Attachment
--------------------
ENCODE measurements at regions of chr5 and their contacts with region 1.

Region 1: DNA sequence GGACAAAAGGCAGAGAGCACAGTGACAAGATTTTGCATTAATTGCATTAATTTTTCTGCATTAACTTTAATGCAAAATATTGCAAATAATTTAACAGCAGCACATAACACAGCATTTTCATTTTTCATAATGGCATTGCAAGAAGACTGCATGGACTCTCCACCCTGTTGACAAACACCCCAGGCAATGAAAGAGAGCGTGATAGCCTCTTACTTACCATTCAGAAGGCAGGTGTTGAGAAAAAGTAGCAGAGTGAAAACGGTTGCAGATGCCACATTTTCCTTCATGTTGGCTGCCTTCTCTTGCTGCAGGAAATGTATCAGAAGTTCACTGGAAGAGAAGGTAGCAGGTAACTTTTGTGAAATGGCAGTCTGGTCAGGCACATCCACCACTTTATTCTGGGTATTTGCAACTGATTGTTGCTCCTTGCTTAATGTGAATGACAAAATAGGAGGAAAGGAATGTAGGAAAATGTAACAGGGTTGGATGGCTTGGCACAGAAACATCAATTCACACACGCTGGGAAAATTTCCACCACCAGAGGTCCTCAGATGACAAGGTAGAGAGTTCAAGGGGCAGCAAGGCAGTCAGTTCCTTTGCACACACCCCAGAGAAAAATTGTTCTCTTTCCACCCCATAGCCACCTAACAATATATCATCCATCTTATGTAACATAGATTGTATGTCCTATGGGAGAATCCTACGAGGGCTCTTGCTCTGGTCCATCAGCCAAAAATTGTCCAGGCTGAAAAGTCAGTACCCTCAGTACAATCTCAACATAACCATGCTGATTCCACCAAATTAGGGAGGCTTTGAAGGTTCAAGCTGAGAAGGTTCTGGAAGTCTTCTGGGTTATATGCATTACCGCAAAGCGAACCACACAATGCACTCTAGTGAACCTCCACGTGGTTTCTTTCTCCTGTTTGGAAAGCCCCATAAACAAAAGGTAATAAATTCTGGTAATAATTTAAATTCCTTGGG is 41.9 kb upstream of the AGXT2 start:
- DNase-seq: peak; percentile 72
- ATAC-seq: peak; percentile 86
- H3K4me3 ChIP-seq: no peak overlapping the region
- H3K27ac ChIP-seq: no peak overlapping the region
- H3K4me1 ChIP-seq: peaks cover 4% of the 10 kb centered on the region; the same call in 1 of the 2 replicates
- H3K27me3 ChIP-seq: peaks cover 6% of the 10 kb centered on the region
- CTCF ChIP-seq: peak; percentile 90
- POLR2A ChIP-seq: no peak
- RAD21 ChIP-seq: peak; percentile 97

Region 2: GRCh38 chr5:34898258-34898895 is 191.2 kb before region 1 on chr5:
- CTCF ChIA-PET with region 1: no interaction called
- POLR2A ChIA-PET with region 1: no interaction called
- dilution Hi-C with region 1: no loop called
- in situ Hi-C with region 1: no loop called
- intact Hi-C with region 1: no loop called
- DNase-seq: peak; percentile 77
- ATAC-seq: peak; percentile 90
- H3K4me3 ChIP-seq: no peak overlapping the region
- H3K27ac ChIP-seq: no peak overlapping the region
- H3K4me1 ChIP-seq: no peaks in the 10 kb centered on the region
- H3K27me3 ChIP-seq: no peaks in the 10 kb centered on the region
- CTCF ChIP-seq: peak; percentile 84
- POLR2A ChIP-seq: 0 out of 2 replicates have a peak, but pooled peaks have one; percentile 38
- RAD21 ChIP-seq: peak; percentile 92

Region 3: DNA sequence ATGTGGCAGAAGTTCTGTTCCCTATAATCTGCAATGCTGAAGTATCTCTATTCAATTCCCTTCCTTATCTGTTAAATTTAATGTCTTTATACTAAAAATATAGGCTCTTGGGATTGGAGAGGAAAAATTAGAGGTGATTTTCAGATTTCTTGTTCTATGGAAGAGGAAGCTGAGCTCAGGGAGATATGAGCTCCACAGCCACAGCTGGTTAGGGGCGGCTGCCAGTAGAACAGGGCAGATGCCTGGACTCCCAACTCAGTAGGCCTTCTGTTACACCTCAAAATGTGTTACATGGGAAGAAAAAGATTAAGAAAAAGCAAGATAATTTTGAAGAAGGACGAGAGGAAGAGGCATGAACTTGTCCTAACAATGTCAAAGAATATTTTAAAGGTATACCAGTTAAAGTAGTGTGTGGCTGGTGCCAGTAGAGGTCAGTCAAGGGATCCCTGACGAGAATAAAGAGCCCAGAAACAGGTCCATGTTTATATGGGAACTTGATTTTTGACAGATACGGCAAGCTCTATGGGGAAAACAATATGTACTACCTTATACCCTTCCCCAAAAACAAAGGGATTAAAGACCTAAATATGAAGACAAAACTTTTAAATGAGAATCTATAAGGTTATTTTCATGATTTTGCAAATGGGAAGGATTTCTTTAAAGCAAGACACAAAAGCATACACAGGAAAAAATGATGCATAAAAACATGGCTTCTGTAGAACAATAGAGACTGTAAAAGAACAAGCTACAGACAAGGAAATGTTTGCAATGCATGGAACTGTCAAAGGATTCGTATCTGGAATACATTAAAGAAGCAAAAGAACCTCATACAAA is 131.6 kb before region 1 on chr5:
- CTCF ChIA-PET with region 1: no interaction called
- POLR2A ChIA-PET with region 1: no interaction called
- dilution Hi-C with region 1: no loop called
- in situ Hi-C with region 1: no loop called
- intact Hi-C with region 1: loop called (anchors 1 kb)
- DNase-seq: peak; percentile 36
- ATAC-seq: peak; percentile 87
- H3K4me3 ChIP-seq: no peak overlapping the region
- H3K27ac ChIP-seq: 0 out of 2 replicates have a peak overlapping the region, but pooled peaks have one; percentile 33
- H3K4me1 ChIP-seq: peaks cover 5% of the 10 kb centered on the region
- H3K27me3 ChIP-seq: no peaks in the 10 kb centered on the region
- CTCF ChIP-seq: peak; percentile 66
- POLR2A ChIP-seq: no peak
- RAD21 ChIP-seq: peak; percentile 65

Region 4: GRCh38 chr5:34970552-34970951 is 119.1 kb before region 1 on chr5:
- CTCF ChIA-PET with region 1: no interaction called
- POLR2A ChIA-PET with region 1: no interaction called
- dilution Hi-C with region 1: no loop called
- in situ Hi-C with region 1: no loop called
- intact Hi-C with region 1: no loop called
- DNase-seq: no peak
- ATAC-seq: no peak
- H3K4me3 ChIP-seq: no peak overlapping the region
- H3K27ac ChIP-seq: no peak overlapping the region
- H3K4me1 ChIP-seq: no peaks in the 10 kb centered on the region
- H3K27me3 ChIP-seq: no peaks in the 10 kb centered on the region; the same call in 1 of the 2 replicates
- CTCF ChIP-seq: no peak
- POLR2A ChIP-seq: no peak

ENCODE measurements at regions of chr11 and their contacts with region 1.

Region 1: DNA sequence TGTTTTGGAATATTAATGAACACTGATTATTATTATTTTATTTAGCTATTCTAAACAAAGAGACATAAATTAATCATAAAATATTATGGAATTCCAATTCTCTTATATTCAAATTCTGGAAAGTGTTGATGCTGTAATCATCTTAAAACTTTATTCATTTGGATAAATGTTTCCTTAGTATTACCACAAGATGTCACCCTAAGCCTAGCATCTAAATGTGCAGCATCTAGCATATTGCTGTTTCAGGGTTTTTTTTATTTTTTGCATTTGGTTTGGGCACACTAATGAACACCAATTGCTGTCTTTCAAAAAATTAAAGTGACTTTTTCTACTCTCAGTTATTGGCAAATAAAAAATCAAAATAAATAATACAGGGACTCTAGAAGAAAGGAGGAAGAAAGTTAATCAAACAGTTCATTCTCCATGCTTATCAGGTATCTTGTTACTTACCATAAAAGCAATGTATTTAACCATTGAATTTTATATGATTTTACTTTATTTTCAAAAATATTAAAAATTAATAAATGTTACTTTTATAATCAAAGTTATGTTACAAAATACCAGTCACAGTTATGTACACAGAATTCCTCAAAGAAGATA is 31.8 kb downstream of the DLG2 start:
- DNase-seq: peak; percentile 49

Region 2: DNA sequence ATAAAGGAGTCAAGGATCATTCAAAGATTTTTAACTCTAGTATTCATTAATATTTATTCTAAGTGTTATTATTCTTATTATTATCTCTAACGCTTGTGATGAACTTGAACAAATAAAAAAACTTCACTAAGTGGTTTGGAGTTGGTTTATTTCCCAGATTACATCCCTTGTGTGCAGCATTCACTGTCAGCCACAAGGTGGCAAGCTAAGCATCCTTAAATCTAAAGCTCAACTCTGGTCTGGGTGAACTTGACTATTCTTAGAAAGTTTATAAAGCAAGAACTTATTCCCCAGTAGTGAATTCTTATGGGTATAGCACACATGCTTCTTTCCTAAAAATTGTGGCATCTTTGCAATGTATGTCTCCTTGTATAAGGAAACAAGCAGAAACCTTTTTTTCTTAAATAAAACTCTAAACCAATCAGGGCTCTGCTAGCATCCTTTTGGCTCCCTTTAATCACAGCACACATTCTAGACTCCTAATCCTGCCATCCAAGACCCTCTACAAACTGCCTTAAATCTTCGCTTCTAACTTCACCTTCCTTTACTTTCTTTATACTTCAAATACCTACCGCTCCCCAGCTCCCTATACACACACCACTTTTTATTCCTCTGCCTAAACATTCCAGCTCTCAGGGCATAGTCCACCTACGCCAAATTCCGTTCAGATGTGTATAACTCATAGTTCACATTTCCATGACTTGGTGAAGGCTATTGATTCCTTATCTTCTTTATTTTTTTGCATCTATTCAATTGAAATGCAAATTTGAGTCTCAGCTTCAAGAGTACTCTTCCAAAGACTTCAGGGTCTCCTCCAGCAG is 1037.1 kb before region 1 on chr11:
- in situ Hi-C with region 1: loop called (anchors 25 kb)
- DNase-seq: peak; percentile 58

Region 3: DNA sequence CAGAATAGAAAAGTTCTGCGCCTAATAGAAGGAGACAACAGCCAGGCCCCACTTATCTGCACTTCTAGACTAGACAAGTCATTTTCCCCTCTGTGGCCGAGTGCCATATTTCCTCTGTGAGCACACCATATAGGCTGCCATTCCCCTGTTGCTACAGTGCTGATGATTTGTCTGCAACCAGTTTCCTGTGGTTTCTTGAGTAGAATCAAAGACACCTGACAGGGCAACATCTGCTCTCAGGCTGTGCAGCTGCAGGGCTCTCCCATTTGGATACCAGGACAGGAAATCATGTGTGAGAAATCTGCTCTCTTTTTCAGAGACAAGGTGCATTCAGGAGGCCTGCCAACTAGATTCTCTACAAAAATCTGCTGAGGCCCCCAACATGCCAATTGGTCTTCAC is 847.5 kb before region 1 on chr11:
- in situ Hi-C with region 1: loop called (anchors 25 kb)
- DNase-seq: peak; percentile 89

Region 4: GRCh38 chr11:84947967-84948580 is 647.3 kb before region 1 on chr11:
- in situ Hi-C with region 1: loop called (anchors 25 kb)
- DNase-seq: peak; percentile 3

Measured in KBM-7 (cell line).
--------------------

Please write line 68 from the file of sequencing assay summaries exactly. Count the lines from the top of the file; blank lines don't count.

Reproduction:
Measured in KBM-7 (cell line).